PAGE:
The grave and evidence of a 13th Century monastery were uncovered when archaeologists were called to an Edinburgh Old Town building site.
An elaborate sandstone slab, with carvings of a Calvary Cross and ornate sword, marked the grave.
The car park was cleared to build a new Edinburgh Centre for Carbon Innovation.
As part of low carbon measures for the University of Edinburgh scheme, work was being carried out in the former car park to create a rainwater harvesting tank for the new building.
It was already known the area had been the site of the 18th Century Old High School, the 16th Century Royal High School and the 13th Century Blackfriars Monastery.
Along with the knight or nobleman's grave and skeleton, the excavation has revealed the exact location of the monastery, which was founded in 1230 by Alexander II (King of Scotland 1214-49) and destroyed during the Protestant Reformation in 1558.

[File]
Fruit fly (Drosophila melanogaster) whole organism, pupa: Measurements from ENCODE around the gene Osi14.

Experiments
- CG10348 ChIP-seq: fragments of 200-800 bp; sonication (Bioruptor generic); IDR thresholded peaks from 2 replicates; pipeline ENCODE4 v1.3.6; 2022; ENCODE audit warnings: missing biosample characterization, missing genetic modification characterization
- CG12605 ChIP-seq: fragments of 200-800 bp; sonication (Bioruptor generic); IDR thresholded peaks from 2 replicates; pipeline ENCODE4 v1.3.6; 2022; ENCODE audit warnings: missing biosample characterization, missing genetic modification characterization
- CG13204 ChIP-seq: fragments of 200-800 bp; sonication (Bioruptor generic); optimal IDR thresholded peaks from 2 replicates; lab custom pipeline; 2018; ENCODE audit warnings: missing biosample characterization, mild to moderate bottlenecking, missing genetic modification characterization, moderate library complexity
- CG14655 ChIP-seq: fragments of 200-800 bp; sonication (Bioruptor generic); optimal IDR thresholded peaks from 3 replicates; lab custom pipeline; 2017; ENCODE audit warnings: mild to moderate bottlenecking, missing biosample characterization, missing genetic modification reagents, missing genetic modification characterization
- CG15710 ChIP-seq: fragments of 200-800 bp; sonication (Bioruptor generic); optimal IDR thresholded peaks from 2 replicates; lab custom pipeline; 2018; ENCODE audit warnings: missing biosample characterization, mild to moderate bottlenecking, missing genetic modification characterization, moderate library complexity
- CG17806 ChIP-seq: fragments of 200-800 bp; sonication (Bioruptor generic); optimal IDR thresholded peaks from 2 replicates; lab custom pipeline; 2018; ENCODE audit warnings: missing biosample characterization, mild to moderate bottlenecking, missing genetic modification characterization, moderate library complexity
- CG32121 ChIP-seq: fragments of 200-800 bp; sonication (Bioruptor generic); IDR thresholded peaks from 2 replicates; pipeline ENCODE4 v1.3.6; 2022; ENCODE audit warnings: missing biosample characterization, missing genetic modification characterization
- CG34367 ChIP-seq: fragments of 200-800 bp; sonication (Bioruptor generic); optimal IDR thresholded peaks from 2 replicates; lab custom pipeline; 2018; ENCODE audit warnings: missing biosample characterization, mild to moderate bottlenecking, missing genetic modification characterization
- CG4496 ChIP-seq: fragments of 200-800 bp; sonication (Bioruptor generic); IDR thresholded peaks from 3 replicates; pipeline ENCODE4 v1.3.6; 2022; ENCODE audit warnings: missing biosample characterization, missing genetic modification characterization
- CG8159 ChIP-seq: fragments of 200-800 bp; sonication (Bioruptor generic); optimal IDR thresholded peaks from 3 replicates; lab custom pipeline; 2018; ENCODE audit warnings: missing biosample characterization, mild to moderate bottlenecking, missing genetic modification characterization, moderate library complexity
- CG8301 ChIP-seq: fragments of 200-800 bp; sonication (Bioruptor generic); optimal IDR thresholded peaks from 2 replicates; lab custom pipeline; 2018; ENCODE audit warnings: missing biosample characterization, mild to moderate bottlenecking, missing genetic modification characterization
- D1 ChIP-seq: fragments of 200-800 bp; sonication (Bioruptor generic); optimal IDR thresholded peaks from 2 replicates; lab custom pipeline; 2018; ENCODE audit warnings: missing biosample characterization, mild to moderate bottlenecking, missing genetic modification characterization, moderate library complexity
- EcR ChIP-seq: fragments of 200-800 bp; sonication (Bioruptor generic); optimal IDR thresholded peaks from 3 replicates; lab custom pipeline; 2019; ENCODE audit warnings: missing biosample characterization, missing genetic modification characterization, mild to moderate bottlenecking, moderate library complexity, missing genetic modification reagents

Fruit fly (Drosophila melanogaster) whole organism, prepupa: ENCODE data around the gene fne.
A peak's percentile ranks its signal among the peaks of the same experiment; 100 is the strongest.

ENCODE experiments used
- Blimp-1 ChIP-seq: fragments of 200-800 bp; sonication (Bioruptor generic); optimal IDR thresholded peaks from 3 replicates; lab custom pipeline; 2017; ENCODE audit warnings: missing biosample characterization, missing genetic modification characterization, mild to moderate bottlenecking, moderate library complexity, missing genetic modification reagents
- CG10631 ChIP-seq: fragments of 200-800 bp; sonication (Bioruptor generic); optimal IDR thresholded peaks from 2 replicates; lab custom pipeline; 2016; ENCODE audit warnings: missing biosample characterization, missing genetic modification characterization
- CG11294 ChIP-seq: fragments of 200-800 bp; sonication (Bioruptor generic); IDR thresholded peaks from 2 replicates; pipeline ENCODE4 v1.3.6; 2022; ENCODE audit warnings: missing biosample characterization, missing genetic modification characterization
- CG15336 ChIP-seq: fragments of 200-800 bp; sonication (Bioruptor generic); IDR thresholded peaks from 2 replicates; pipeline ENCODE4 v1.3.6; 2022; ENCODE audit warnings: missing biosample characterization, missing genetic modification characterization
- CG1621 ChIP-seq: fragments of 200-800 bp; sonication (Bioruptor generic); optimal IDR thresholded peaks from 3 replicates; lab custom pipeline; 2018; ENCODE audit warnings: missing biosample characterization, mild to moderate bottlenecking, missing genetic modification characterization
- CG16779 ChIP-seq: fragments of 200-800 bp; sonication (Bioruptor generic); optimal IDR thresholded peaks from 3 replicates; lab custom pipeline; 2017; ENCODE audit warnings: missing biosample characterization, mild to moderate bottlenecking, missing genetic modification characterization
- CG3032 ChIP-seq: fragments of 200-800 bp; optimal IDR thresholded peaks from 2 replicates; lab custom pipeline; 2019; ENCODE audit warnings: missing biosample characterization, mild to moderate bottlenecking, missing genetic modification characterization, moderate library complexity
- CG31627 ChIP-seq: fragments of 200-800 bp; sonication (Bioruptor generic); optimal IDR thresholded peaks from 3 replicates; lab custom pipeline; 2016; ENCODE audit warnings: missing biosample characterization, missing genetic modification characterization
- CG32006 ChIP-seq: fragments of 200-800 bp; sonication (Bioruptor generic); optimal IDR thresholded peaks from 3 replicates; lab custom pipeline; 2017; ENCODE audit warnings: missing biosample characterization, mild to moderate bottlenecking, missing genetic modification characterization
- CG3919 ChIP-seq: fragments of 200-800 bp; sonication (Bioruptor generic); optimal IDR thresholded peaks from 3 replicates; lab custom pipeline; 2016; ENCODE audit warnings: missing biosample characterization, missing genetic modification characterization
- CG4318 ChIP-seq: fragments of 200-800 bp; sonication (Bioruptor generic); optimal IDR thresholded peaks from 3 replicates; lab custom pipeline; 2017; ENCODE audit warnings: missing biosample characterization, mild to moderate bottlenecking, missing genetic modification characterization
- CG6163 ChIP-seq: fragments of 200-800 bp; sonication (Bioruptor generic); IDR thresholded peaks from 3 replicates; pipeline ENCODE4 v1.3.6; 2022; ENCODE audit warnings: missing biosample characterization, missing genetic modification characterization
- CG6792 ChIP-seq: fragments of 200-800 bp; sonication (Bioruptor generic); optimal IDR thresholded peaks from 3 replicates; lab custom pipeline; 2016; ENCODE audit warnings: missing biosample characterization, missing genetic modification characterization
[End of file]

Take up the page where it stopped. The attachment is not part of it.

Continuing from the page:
Richard Lewis, the City of Edinburgh council culture convener, said it was hoped more would be found out about the remains, but the grave had already been dated to the 13th Century.
"This find has the potential to be one of the most significant and exciting archaeological discoveries in the city for many years, providing us with yet more clues as to what life was like in Medieval Edinburgh," he added.
The project's archaeological services have been provided by Edinburgh-based Headland Archaeology.
The archaeologist who found the grave, Ross Murray, had studied at the University of Edinburgh on a site only yards from where the find was made.
Mr Murray said: "We obviously knew the history of the High School Yards site while we were studying here but I never imagined I would be back here to make such an incredible discovery."